Even when our littles are not so little, they still need us. Consider the fact that our daughters have a higher chance of being raped on college campuses than getting the flu, and maybe we might see the point in continuing to parent our children through high school and beyond?
Do we talk to our sons and daughters about appropriate sexual behavior? Do we talk about respect, the Golden Rule, and how to treat others with compassion and empathy? Likely, we teach our daughters how to protect themselves, how to be on guard, and how to be safe, but why do we stop there?
Why do we tell our daughters not to get raped when the real focus should be on raising our sons not to rape? We excuse certain behaviors from our male children by repeating a long-held mantra, “Boys will be boys,” when we should be raising and expecting all of our children to be respectful, compassionate, and, basically, just human.
What can we expect from boys?
We can expect them to be a product of their upbringing, certainly. We should also expect our boys to be held to the same standard as our girls. “Boys will be boys” is no longer an acceptable phrase to excuse an entire gender of undesirable behaviors.
This sentiment is offensive to boys and men. It gives us the inaccurate picture that boys and men are incapable of acting respectfully, dignifiedly, and compassionately.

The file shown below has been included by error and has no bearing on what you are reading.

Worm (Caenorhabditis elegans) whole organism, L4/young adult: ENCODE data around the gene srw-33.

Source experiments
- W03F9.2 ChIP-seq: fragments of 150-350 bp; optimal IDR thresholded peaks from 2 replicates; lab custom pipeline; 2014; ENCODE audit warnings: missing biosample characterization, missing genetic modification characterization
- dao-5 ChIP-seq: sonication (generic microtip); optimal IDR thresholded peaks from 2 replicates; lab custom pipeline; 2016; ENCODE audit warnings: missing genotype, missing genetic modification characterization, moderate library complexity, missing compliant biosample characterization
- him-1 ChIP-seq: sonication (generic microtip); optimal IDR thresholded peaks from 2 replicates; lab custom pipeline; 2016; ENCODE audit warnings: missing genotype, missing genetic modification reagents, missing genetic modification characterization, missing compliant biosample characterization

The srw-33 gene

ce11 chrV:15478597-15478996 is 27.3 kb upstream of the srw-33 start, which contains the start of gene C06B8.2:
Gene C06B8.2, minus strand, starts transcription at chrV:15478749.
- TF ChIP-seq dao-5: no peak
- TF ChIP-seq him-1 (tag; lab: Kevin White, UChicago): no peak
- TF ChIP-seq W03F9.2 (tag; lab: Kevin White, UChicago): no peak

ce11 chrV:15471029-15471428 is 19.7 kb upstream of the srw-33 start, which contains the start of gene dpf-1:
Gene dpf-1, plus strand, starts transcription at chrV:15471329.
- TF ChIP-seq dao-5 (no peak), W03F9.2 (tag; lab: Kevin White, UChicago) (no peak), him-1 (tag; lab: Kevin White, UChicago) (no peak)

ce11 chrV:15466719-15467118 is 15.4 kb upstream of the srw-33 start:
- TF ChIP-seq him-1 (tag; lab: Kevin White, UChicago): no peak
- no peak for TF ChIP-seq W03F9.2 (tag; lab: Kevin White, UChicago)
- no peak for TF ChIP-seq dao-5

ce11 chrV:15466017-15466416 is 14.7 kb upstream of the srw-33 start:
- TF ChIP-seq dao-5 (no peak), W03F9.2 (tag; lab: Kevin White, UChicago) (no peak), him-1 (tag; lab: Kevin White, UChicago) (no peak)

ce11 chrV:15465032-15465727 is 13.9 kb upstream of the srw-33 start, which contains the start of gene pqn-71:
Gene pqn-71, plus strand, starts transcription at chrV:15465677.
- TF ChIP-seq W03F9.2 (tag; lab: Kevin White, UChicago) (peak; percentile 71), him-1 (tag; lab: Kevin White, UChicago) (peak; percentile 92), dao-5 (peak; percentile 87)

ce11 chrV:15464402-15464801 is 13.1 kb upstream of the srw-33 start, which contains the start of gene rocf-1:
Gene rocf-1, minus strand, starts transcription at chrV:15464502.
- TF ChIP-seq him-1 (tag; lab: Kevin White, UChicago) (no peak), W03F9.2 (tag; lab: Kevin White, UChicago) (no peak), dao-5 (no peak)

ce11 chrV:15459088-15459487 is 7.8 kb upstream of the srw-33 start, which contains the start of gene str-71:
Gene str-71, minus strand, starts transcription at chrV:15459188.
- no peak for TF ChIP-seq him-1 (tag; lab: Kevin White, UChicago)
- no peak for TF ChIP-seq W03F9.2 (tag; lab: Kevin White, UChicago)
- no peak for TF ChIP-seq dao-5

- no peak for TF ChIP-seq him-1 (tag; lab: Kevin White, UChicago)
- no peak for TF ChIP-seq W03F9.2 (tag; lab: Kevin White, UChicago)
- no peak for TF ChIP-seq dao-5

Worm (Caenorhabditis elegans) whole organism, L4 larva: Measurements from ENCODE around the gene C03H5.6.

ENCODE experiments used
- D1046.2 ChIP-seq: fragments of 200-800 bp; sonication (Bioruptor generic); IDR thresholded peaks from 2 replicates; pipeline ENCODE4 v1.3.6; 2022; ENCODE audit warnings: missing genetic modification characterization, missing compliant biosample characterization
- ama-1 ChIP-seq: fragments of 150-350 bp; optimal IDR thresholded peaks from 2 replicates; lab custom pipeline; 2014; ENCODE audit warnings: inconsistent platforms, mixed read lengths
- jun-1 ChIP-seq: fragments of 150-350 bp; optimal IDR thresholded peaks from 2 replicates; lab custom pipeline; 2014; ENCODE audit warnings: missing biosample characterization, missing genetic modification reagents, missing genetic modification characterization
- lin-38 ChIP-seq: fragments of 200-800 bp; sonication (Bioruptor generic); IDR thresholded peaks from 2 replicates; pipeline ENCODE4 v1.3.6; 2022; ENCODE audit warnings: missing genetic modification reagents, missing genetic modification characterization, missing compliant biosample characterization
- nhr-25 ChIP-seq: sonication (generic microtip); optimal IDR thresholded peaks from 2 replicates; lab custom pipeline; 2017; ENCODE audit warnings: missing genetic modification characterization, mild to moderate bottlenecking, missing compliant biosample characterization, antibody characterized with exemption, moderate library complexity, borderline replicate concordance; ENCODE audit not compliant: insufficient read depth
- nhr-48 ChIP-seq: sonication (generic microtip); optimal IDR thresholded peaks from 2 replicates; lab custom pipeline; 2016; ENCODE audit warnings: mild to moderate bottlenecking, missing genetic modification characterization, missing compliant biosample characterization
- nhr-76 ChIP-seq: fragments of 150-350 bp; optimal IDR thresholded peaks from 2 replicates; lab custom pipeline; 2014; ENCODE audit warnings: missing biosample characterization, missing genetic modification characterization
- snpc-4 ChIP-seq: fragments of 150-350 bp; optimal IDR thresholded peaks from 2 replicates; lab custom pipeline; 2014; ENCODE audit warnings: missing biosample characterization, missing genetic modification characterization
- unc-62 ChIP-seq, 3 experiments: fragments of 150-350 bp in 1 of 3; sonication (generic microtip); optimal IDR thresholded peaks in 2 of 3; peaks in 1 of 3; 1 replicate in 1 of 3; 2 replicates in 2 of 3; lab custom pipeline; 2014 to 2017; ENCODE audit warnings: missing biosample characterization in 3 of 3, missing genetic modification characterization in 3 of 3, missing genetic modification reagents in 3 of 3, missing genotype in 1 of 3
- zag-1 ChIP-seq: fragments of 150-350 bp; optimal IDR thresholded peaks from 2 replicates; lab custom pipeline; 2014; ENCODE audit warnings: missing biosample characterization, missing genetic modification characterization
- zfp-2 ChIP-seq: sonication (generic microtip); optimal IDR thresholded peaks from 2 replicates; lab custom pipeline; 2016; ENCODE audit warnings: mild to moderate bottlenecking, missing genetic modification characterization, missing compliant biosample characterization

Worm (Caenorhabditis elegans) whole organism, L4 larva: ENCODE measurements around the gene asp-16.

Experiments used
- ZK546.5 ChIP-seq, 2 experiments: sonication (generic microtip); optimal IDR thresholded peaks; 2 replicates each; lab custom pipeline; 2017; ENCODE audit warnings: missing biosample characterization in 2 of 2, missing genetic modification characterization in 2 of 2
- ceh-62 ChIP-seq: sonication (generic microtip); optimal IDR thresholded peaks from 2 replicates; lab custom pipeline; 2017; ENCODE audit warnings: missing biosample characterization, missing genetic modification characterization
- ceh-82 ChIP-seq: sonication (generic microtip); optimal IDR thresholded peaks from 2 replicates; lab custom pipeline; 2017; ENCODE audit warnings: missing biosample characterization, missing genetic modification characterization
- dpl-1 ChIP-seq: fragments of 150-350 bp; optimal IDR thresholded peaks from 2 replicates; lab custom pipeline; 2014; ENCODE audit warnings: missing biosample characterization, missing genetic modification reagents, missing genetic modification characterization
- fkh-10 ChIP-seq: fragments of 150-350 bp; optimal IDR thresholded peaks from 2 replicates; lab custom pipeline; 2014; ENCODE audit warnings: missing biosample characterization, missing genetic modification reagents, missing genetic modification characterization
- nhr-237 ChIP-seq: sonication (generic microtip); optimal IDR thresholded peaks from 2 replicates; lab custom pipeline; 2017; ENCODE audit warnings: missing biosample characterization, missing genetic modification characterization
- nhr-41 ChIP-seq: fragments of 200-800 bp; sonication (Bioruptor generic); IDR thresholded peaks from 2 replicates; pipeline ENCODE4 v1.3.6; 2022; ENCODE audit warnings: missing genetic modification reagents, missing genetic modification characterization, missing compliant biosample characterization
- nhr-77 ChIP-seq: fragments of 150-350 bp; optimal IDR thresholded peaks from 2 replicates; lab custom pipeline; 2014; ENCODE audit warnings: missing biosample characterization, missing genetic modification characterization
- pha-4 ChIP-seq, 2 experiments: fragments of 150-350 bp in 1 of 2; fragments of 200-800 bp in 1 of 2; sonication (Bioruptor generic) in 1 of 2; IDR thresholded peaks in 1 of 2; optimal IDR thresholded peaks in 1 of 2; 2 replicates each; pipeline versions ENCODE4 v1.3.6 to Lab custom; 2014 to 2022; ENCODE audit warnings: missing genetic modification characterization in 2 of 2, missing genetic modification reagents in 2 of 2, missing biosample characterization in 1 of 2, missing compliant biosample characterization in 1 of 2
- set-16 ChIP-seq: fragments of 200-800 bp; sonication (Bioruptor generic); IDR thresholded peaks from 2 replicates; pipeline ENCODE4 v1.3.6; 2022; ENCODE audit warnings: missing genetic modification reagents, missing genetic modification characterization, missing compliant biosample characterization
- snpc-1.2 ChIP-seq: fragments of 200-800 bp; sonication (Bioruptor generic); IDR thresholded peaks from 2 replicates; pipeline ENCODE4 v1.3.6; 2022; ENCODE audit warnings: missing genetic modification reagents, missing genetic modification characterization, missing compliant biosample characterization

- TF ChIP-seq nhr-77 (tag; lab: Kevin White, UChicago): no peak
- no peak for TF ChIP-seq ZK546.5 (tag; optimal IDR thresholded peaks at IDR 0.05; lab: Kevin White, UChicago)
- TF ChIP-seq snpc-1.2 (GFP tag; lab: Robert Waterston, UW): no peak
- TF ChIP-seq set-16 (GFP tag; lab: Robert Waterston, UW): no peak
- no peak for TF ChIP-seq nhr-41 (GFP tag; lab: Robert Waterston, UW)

Talking to our male and female children about appropriate sexual behaviors, boundaries, personal safety, and respecting others would be a great place to start.
This isn’t the topic for a one-time-only conversation – that’s the old way and it doesn’t always work. What we need to consider is that if we start early and have a running dialogue with our children, both male and female, about their bodies and boundaries, and personal safety (age-appropriate, of course), we will be the “go-to” choice when they are seeking answers to their difficult questions.
What do we tell our growing children as they near college age about drinking, the meaning of NO, partying, and talking about sex beyond biology and into issues of consent, peer interaction, and even the law?
What do you tell your children? Share your approach below – we could all certainly learn a thing or two from each other about sexual consent and boundaries.
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